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Henslow's Sparrow

Henslow's sparrow singing on vegetation
Photo by John Mietz

Scientific name: Ammodramus henslowii

New York Status: Threatened
Federal Status: Not Listed


Two distinctive characters help in identification of this sparrow: the flat-headed profile and the olive-colored head. The wings are rust-colored and the buffy breast and sides are streaked with black. Juveniles have the characteristic rust-colored wings and olive head of an adult, but its underparts are not streaked.

The call is a weak, cricket-like, metallic "tslit" or "tsi-like." The ventriloquial quality of the voice and the secretive nature of the Henslow's Sparrow make this bird an easy one to overlook and difficult to observe.

Life History

During the courtship period, the male hops up and down with nesting material in his bill and sings to the female. He then leads her on foot to several potential nesting sites which he indicates by rapidly fluttering his wings. The female approves one site and builds a nest there over the next 5-6 days. She incubates 3-5 eggs for a period of 9-11 days. The young fledge in about 9-10 days. Henslow's sparrows have two broods each year. Nesting occurs in loose colonies which may be the result of clumped food resources. The species is believed to be monogamous.

map showing henslow's sparrow breeding range
Henslow's sparrow range map from Birds of the World,
maintained by the Cornell Lab of Ornithology.

Distribution and Habitat

Henslow's sparrows breed from South Dakota, Minnesota, Wisconsin, Michigan, Ontario, and Massachusetts; south to Kansas, Missouri, Illinois, Kentucky, West Virginia, Virginia, and North Carolina; and locally in Texas. In New York, populations are very localized and found primarily in the central and western parts of the state, especially the Appalachian Plateau and Great Lakes Plain. In Eastern New York, it may also be found in the Mohawk Valley.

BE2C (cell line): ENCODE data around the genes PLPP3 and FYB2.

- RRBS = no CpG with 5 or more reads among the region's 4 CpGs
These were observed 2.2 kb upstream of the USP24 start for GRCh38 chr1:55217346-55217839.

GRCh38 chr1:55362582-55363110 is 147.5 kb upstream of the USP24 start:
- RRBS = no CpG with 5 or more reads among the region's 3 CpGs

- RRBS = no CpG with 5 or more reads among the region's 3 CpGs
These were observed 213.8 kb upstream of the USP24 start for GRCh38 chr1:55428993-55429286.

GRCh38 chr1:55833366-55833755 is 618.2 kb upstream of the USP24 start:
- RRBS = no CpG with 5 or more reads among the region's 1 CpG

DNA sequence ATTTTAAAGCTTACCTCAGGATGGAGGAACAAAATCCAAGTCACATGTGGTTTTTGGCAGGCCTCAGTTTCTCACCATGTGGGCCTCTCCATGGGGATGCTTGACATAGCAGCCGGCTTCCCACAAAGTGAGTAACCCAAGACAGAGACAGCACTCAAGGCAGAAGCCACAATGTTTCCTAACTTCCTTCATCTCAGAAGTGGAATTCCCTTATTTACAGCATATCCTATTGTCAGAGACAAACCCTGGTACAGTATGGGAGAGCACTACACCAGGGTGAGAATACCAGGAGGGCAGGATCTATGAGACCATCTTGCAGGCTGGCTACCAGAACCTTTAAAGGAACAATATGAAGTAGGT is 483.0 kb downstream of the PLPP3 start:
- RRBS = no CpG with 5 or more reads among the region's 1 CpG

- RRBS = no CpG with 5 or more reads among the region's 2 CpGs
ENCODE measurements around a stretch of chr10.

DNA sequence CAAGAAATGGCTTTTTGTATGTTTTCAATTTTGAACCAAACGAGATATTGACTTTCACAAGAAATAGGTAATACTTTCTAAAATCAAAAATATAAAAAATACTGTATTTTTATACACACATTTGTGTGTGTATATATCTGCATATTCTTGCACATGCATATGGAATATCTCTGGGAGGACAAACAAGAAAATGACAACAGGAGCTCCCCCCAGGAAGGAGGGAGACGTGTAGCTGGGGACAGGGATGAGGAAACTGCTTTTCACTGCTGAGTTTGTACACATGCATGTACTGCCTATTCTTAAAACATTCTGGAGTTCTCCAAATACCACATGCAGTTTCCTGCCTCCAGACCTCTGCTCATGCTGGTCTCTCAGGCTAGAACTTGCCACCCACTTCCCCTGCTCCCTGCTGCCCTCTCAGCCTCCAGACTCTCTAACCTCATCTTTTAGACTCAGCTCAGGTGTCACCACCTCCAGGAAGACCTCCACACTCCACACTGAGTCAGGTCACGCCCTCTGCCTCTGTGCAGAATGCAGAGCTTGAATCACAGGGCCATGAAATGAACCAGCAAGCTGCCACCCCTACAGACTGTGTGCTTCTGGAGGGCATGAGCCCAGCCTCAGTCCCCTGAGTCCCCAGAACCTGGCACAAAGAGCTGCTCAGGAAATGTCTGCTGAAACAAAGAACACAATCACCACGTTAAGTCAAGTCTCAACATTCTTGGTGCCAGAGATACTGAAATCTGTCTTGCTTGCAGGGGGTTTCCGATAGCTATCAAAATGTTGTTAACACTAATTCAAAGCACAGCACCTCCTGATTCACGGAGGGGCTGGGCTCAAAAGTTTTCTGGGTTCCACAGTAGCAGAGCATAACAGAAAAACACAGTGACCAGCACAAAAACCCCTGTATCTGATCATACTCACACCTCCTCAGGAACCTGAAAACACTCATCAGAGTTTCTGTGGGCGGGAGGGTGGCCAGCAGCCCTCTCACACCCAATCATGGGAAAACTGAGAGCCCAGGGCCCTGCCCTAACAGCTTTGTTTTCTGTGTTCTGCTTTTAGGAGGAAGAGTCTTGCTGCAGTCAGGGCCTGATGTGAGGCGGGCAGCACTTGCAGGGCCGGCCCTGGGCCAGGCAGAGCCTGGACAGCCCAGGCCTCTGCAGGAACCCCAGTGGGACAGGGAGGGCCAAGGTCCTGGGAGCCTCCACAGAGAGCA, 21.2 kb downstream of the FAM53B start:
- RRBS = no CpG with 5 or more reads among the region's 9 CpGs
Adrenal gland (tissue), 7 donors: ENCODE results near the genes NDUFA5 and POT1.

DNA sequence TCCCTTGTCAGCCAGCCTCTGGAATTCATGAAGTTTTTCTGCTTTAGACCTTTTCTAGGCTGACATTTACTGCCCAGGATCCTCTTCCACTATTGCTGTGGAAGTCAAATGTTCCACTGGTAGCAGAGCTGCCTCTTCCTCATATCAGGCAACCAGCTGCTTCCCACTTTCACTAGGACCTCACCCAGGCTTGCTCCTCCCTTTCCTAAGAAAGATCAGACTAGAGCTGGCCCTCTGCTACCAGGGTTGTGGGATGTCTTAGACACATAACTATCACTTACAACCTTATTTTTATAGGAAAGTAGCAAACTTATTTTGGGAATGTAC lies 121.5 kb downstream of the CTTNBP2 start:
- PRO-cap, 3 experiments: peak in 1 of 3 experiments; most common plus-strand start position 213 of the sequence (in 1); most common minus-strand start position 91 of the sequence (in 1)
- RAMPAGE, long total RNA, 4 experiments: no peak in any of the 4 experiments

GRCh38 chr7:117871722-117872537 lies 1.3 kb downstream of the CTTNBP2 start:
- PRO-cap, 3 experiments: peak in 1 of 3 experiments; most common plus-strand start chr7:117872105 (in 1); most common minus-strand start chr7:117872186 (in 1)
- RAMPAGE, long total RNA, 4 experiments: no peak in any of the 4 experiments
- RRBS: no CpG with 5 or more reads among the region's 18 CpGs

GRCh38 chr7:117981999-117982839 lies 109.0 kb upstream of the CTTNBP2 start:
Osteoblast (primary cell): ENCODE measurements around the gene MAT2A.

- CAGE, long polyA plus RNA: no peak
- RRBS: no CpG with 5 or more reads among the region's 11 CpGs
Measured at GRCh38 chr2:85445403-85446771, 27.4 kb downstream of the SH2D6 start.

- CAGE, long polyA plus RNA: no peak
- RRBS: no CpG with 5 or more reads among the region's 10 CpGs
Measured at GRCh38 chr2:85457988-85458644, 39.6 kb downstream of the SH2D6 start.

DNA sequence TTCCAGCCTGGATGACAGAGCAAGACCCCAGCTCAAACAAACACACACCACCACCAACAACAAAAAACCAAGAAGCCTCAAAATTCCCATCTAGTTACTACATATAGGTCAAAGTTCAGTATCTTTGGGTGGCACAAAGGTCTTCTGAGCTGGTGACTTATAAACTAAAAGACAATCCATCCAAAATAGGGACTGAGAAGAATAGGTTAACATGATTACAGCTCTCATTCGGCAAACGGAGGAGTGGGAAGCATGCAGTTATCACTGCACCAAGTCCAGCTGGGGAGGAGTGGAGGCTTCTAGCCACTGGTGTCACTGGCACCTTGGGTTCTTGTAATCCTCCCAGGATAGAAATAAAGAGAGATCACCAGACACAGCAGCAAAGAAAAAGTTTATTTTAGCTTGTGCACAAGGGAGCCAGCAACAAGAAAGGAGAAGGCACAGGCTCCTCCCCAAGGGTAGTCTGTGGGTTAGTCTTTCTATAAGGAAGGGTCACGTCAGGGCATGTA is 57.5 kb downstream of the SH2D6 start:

Generally, its habitat consists of fallow, weedy, often moist fields and meadows.

Breeding occurs in a variety of habitats, including:

  • tall, dense grass
  • upland weedy hayfields
  • pastures without shrubs
  • wet meadows
  • drier areas of salt marshes
  • grassy fields
  • sedge covered hillsides with recently planted pine seedlings
  • lightly grazed pastures


2 Maps showing Distribution of Henslow's Sparrow in New York for the periods of 1980 to 1985 and 2000 to 2005
Distribution of Henslow's sparrow in New York from
1st and 2nd NYS Breeding Bird Atlas records.

In the early 1900s, Henslow's sparrows were uncommon and rare in all parts of New York State. Populations increased from 1920 to 1940, with several new colonies appearing throughout the state, including Long Island, Central and Western New York, and corridors along the Hudson, Delaware and Susquehanna rivers. Populations began to decline in the 1950s.

Breeding Bird Survey data through 1989 have shown a steady, statistically significant declining trend in New York State and throughout the Northeast. The Henslow's Sparrow has been on the American Birds' Blue List (Special Concern) since 1974. It was listed in New York State as a species of special concern in the early 1980s and was re-classified as threatened in 1999. Populations continue to decline.

Management and Research Needs

The major threat to Henslow's sparrows is loss of breeding habitat as agricultural grasslands are developed or abandoned to subsequently revert to forests. This species deserves special attention, not only because the primary breeding habitat is a transitory, early successional stage, but because comparatively fewer fields are allowed to lie idle today for a sufficient number of years. Management of habitat through burning has both positive and negative effects. While it is beneficial in stimulating herbaceous growth, it also reduces the amount of ground litter which Henslow's sparrows seem to prefer.

Henslow's sparrows utilize lightly grazed pastureland. A declining dairy industry in New York State will reduce the need for pasturage. More frequent mowing will be required to replace grazing and, if economically infeasible, pastures will be allowed to revert back to forests. The effects of this trend need to be addressed.